Separating fact from fiction – UK Customs after Brexit


The UK’s Cabinet Office Minister, Michael Gove MP, created some excitement last week when he suggested that some 50,000 new Customs entry clerks should be trained to complete Customs declarations for when the UK finally departs the EU. This is interesting as the implication in the media is that Customs entries will have to be completed by hand, and the volumes will be huge.

At this point, I think some context may be helpful. According to the UK’s National Audit Office (NAO), in 2019 the estimate of the number of Customs entries required will be of the order of some 270m, assuming the UK leaves without a deal. The current number of entries is around 55 million, so this is a considerable increase. HM Revenue & Customs also estimated that these new declarations would probably come from some 150-250,000 existing traders, who would be doing this for the first time. This could also be viewed as a very challenging issue, not least in relation to the procurement of all the paper and ink required to complete the appropriate Customs documentation.

However, the reality may be somewhat different, as almost all of the existing declarations to Customs are carried out through information systems and have been done this way for decades. These declarations relate to goods traded with countries outside the EU, the so-called ‘Third Countries’, which will be the UK’s status absent any kind of trade deal in place between the UK and EU.

Alongside this, Customs have been upgrading their systems to support simplified procedures helping to facilitate speedy shipment flow. They have been doing this in concert with the UK’s freight information systems providers, who have been a vibrant and vocal community engaging with and occasionally challenging, HM Customs for over 30 years. There are around 30 software suppliers who are members of the Association of Freight Software Suppliers (AFSS) and through whom a vast majority of the UK’s Customs declarations are submitted. Most of them have been interconnecting with the primary Customs system CHIEF, since the 1980s. Note this was also long before the Single Market was created. In fact the UK has always been a pioneer in the field of electronic Customs submissions, with the very first example of this being LACES (London Airport Cargo Entry System) linked to the Customs DEPS in the 1970s.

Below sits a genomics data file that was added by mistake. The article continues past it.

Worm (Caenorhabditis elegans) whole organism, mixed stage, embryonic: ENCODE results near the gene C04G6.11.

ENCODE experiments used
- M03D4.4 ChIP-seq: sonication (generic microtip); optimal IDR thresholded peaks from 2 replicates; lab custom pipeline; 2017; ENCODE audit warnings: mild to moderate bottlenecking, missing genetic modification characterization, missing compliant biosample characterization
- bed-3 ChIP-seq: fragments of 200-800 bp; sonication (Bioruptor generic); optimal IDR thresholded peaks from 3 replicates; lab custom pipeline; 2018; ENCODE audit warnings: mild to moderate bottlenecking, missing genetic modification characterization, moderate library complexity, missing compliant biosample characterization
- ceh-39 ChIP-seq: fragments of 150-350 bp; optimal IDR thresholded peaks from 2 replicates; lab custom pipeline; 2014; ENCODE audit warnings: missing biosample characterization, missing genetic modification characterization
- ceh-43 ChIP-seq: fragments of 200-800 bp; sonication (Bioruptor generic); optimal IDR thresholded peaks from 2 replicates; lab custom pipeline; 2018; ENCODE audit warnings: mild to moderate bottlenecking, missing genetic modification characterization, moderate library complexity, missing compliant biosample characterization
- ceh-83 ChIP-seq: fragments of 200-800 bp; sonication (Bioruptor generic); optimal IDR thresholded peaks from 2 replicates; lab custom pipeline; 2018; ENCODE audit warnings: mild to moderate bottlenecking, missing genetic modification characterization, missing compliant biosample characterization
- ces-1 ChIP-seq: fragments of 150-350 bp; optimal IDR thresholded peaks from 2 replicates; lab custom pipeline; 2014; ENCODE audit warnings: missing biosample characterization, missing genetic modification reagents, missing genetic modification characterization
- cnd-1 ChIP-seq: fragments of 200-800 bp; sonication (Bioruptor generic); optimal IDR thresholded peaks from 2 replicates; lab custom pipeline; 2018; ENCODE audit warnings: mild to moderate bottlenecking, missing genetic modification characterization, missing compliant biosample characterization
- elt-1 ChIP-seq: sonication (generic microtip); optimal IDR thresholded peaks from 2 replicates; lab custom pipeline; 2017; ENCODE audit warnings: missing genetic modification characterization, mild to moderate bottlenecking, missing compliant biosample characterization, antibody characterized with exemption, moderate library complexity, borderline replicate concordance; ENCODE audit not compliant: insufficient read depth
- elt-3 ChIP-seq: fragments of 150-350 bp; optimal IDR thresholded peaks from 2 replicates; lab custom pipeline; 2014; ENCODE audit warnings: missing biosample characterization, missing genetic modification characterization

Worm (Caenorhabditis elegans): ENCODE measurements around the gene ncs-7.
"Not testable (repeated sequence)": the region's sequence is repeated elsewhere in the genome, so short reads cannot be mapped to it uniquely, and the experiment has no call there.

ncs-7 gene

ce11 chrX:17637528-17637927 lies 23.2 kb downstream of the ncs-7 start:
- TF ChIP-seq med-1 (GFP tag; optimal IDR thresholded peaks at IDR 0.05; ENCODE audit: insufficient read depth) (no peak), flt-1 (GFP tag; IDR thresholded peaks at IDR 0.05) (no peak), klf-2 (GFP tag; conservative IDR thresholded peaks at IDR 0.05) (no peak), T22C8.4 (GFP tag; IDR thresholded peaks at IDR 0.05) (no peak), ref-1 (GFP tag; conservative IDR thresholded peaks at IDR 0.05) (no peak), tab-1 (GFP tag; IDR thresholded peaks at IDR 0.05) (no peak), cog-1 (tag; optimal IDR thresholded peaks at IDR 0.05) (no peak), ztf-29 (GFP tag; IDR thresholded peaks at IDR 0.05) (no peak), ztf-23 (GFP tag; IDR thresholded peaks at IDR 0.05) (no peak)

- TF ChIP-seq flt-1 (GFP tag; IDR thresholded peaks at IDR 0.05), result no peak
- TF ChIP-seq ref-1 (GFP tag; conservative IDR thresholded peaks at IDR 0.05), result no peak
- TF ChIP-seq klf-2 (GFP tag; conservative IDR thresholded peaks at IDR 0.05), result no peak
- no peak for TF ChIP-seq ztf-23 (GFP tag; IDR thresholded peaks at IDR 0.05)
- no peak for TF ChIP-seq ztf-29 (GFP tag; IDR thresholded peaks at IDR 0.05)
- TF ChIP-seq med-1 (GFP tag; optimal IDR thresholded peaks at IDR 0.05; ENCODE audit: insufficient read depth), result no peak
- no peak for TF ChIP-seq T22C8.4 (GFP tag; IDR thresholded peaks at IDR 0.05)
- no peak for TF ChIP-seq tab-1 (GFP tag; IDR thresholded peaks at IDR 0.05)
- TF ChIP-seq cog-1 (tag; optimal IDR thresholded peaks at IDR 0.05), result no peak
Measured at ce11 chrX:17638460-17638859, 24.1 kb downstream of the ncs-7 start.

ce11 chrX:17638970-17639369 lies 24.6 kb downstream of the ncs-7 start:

A vast majority of the users of these systems are the freight forwarders and carriers themselves. They have the expertise and the necessary technical integration with all of the relevant parties to submit huge volumes of Customs entries if required. A word of caution however, as there will always be problems when upgrading or augmenting existing technology. Customs themselves have admitted that the transition to the simplified systems has taken longer than planned.

So shippers alarmed by some of the commentary in the media about the potential for delays and chaos, should pause for a second and wonder how many of the shipments traded with countries outside the EU, do so without drama? This is especially relevant concerning airfreight, which are usually time-critical shipments that cannot be delayed. They move courtesy of the electronic links between the shippers, logistics service providers (forwarders, 3PL’s, Carriers, etc.) and the various Customs authorities.

Shippers currently trading with customers or suppliers outside the EU will probably be familiar with the technology used to submit Customs declarations to the relevant authorities. Companies having to explore this area for the first time should consider working with a logistics service partner or systems supplier who has experience doing this. Employing some people familiar with the Customs entry process may also be helpful, but I remain to be convinced that procuring large amounts or forms and writing instruments is the wisest course of action.

Source: Transport Intelligence, 07 May 2020

Author: Ken Lyon

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